The recovery: From a fintech standpoint, the recovery from this crisis will be very different than the previous two. Why? First, we are much, much further ahead technology-wise than during the last 2 crashes. Both of those came at a time when the tech hadn’t really been built out, so the 2010+ recovery featured a massive number of new ideas seeking funding. And it took the rest of the decade for the capital to gravitate to all the good ideas.

Similar to the last two recoveries, the first part of the post-corona era will see consolidation and fewer companies being funded since seed capital will dry up (something that was already underway in the second half of 2019 (ref: Techcrunch). But unlike the previous initial recoveries, we’ll see strong traction from the existing fintech brands as banks finally toss out their legacy branch-based systems (which will have been proven unnecessary during the coronavirus) and funnel buckets of that money into digital tech.

The more difficult question is what happens 4 or 5 years out? Will there be a slew of new startups feeding the pent-up demand for innovation after the relatively slower 2020 to 2023 period, or will the winners of the first part of the decade just get stronger? It’s hard to predict 5+ years out especially when we are at the beginning of painful few years. But I think there is enough transformative new tech in the labs (voice, AI, AR, etc) that we’ll see a proliferation of new fintech companies in the latter part of the decade. Many of those ideas will start germinating in the next few years by would-be entrepreneurs working in established companies.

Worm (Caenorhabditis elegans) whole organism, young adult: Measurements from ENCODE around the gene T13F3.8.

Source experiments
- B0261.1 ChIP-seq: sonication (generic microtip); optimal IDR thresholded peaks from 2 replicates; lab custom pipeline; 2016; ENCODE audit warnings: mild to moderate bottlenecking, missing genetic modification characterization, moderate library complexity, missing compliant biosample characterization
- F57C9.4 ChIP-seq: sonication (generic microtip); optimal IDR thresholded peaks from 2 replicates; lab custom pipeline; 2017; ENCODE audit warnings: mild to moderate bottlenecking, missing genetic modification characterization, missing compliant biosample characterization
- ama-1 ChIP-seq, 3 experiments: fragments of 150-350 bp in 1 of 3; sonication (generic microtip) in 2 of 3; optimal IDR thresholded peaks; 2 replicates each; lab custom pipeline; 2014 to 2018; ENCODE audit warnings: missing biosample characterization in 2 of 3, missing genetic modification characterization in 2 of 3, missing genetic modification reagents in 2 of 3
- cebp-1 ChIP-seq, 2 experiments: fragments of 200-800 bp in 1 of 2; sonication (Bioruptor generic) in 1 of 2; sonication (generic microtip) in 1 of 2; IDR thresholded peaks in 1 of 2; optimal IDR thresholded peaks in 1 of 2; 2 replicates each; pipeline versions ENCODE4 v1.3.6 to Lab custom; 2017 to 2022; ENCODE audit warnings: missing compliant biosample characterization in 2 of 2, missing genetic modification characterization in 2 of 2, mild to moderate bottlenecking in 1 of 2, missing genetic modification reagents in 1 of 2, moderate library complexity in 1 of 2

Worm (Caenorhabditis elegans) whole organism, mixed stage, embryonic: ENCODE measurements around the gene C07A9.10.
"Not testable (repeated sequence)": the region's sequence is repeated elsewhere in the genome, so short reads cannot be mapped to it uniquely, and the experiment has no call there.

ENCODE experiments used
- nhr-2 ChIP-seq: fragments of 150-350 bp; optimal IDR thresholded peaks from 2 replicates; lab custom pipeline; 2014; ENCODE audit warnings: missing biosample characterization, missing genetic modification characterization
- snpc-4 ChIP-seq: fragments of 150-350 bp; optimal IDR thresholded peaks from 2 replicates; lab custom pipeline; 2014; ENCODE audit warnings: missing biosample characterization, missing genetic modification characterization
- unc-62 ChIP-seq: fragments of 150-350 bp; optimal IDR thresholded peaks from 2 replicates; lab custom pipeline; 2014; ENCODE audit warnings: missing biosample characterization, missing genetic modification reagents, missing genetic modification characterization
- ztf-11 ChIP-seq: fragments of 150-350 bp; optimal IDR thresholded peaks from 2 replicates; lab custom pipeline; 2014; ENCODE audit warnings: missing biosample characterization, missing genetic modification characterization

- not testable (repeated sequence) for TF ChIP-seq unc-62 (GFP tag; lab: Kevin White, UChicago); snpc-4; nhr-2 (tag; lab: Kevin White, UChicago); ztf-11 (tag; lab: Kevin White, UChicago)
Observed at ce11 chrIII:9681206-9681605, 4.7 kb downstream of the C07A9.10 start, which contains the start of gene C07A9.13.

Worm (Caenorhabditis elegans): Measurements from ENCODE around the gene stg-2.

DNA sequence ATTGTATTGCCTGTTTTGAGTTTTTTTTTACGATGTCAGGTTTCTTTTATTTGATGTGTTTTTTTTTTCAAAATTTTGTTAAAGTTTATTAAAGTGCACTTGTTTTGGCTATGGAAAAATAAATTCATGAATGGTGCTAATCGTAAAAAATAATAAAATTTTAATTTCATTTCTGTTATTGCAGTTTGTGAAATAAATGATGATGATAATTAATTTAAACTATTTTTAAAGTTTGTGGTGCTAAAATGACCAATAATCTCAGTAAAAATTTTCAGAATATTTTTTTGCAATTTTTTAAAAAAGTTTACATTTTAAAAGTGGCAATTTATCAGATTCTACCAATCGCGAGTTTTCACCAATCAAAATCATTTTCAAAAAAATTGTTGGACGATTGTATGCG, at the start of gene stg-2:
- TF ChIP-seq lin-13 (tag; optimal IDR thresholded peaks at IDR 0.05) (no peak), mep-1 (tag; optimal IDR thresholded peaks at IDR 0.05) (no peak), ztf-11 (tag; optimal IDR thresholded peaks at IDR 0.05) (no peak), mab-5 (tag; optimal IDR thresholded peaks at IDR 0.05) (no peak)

Recovery road map

No matter whether you are a 100+ year-old bank, community-based credit union, or a pre-seed startup, this is your chance to shine. Be the one-stop source for trusted info on money, credit and community resources. And forget about going back to “business as usual” (e.g. branch banking). This is the time to break from that system and embrace the fully-digital future.

  • Now: Empathy
    – Communicate frequently through all channels (see Umpqua Bank example at top)
    – Give employees a voice both internally and externally (to customers)
    – Identify options for financially strapped consumers and small businesses
  • Next 12 to 18 months: Extend customer lifelines
    – Stimulus packages: Bonus for banking stimulus checks, enhanced unemployment assistance, paycheck advance, overdraft fee waivers
    – Small business aid packages: Help SMB customers maximize government assistance
    – Community service: Food-bank fundraisers, gift card marketplace for local businesses, etc.
    – Debt restructuring & interest deferrals
    – Retirement (re)planning
  • 2021 to 2023:  Digital-first (on our way to digital-only)
    – Ditch the branch expenses as fast as possible, converting front-line employees to hybrid in-person/phone/chat
    – Focus on digital-first solutions for all financial activities
    – Concentrate on markets you can serve digitally
    – Ramp up digital sales & service until its clearly ahead of anything experienced in a branch of yore
  • 2024+ Digital-only era
    – In-person visits down 95% from pre-coronavirus traffic
    – No one born after 2005 will ever picture a physical branch when they think of a “bank”